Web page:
Mass, post frag swap aclimation - my way ... what's yours?

Discussion in 'Coral' started by Vincerama2, Aug 22, 2016.

  1. Vincerama2

    Vincerama2 Evil Overlord

    Hi guys, so after coming home from the frag swap, I have a bucket of little containers of coral. All with their own little amount of water. The water is getting stale and each and every container needs to be acclimated.

    So the question is, what's a good way to do it?

    What I USED to do is take all the frags, and their water, and dump it into a 5 gallon bucket, then semi-drip acclimate the bucket. I didn't actually drip (which would be better), but I'd scoop up maybe a half cup of tank water and dump it into the bucket. After there was "a lot of water" in the bucket, I called it good. Then I'd take each frag and stick it into the tank. I may or may not dip the coral, depending on if I remembered to or not.

    The problem is the initial mixing of all the different water and all the corals, which may touch each other. This seems sub-optimal. Starting with a small volume of random water doesn't allow you to run a heater either as there is not enough water and you can easily cook your corals.

    drip acclimating each container could be done too, with multiple drip lines, which is possible. You could set up ten drip lines, and just drip into each container, allowing it to overflow as needed until the water in each container was more or less entirely your tank water.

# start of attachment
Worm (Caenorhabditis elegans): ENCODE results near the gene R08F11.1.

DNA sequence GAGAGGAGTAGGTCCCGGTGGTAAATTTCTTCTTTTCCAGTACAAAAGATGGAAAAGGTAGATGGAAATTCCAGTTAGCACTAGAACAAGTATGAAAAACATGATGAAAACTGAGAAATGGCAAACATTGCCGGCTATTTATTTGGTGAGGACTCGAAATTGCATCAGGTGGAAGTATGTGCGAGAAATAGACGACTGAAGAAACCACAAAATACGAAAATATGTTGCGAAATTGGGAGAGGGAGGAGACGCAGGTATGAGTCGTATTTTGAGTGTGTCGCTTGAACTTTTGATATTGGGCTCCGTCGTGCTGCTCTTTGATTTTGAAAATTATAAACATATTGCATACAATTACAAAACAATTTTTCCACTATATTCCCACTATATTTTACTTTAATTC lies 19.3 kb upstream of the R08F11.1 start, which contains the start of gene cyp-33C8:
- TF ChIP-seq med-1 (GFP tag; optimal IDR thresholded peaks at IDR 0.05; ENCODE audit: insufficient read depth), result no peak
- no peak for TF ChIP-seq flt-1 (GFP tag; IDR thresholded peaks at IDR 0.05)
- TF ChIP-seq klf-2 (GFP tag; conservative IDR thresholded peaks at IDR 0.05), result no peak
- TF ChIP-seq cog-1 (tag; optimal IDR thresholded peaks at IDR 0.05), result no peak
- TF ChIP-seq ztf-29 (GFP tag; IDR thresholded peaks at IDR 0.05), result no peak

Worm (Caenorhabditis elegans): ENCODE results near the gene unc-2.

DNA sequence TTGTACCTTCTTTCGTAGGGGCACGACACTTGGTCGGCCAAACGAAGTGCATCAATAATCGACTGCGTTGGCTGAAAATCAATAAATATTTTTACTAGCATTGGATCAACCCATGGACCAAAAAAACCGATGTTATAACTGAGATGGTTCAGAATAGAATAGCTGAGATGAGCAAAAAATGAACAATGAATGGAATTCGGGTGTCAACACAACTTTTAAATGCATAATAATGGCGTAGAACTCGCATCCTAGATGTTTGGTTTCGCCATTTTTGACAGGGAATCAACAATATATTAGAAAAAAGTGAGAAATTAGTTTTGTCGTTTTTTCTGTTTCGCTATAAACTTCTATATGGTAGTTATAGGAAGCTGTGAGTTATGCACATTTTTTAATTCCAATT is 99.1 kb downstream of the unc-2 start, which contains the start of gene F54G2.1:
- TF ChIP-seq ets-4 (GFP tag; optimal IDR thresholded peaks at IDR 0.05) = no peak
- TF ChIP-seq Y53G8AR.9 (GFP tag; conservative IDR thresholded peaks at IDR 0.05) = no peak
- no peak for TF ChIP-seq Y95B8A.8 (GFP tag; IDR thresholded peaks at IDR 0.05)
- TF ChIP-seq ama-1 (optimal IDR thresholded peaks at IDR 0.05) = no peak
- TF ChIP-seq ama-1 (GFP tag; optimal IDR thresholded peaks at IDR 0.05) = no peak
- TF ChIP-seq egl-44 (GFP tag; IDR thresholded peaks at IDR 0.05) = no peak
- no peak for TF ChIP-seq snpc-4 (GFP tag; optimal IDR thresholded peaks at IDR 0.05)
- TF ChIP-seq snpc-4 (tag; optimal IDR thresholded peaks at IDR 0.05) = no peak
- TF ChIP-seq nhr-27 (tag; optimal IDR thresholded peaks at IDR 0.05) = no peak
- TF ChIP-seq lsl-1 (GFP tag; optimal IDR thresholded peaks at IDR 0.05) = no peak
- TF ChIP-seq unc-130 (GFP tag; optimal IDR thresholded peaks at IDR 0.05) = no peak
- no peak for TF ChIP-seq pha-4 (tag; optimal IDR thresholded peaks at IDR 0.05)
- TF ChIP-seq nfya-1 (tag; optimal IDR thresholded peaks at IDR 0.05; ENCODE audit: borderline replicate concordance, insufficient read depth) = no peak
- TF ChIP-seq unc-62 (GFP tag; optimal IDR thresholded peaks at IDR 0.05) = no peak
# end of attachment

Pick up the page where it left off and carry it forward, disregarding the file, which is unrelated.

This time I did something different which is similar, but not quite.

    I came up with something that seems to work well, but of course can be refined. Here's what I did, I call it the "Leaky Lid Acclimation".

    I started with a 5 gallon water change, but I kept the "old" water.

    I took each container, and with a thumb tack, poked holes around the rim of the lid so the lids were leaky. Then I put all the containers into the old water and went to watch TV. Occasionally, I gave each container a little squeeze so a bit of water squirted out, then sucked back in. SORT of like osmosis, but not really. However MAYBE there is some osmotic action here as the salinity of the water in the container matches the salinity in the bucket. I dunno ... I'm not sure a leaky lid counts as a "membrane".